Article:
The word “expert” can be a dangerous thing. While it gives those that deserve the title due respect and recognition, it can cause us to close our ears to good ideas from other sources.

I was reminded of this when I recently attended a Sustainability conference for the HS2 project. With the best part of £43 billion riding on this project and a complex network of suppliers, I was struck with the question “how do they make the best decisions?” HS2 will be reliant on a wide range of expertise and they will have done their homework for sure, but it did get me thinking about how do they, or any of us, really know who the expert is?

I can recall an occasion where someone’s lack of expertise on a subject enabled them to have laser-like insight. A few years ago my wife accompanied me to a football match. Now this isn’t something she’d usually do as she has approximately zero interest or understanding of the rules. Mid-game she turned to me and said “if those guys who are near the goal (defenders) were closer to those guys in the middle of the field (midfielders) there wouldn’t be any room for the other team to play and score a goal”. She was totally right, it was a genius observation that came from someone I didn’t expect to ever make such a statement. Without getting bogged down in detail or dogma she could see the wood for the trees. My initial reaction was to dismiss this observation as she couldn’t possibly add to my own extensive knowledge acquired after many years of watching my team lose – or could she?

Another example; many years ago I heard a story about expertise which continues to chime with me to this day. It was about an engineering giant. This company prides itself on innovation, precision and excellence. That level of reputation comes with an automatic status of unparalleled expertise. That’s great, but it can mean that if you’re seen to be at the pinnacle of performance, no-one takes the risk of advising you on how to do things differently, or better. So the company decided alter their procurement policies where suppliers were given procurement objectives instead of a specification. This led to a wave of innovation that their supply chain had previously been (perhaps) too intimidated to pitch. That foresight – to free the company from the restrictions of being the only expert – has revolutionised their supply chain, and their manufacturing process.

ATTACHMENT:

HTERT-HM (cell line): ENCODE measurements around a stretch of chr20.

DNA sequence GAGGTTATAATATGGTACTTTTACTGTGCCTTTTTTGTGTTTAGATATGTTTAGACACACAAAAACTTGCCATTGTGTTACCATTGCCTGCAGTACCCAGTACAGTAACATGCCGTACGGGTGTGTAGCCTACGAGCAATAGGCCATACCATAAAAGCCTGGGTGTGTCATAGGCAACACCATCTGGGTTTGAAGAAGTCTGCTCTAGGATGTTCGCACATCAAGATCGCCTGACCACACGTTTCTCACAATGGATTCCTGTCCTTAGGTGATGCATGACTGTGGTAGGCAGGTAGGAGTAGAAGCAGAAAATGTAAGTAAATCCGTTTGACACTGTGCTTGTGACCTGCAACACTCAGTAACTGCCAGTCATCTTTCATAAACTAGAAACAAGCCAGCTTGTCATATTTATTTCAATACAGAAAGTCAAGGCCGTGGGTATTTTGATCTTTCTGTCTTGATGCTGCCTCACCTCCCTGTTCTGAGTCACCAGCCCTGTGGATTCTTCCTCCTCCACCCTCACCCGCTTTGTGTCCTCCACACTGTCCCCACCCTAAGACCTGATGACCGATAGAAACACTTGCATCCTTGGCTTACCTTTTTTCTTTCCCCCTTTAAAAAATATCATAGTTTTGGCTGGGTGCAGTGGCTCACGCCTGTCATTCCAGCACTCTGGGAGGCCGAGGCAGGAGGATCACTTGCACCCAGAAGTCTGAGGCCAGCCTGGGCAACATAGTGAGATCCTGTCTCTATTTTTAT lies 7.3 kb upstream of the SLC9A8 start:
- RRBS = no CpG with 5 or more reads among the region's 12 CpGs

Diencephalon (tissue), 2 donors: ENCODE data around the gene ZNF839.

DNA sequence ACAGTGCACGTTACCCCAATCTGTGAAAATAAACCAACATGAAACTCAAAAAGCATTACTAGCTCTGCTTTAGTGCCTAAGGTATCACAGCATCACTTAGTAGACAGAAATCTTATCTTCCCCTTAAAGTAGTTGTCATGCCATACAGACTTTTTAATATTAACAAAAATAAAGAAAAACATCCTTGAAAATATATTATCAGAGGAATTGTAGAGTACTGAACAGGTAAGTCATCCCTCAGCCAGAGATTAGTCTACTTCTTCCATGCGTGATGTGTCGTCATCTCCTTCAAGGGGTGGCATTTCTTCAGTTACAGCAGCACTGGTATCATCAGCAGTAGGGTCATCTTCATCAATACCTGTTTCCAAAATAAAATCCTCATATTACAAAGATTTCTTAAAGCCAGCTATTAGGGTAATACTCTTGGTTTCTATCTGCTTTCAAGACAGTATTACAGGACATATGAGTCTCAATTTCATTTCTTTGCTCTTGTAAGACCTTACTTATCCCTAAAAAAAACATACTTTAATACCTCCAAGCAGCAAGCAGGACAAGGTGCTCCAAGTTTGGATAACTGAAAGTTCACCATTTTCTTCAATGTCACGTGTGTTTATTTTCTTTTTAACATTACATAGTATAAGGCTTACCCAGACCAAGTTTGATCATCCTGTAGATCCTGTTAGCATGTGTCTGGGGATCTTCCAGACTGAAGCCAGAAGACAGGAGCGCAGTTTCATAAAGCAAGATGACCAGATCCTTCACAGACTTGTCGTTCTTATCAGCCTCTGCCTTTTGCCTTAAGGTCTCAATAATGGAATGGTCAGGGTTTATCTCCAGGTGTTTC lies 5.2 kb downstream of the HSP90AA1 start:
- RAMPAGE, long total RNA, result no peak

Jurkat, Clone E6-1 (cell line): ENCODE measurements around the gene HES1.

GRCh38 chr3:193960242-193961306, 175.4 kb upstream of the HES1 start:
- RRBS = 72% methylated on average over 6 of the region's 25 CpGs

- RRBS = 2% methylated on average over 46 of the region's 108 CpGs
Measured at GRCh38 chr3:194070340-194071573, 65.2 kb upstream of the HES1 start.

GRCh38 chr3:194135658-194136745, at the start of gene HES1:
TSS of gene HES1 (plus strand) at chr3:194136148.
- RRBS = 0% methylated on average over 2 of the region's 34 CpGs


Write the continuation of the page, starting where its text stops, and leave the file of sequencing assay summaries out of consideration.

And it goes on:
That thing of responding to great ideas, not solely to expert voices is something I want to harness for IEMA HQ and the membership. At IEMA, some of the best ideas I’ve heard since I arrived here last year have come from junior, non-specialist staff (not all, of course; our specialists are doing some amazing work). The current trial membership scheme was devised by some junior members of my team and I’m very proud to see how they’ve made it a success. There are currently over 200 on the trail scheme and it's growing rapidly . Similarly, the feedback and ideas offered by members are likely to transform areas of our work, and I’m happy to hear any ideas at any time. I’m a big advocate of “there’s no such thing as a stupid idea”. Expertise (mostly) comes from experience, and no-one knows what it’s like to be a member better than a member so hope that you feel that you can make suggestions. Why not get in touch at tim.balcon@iema.net with your thoughts, or post on our LinkedIn group?

Our consultation on Vision 2020 led to a number of game changes for IEMA and it made it very clear that we need to get better at listening to our members.

As for the football thing; my wife hasn’t gone to another match with me – or had any further spectacular insights on the game - since, but that one time was enough for me to know that the best insights don’t always come from the most obvious places. If I am on my game, to listen with a healthy dose of humility will be far more productive for IEMA than any self-appointed expertise. By the way, my team (Rotherham United) lost.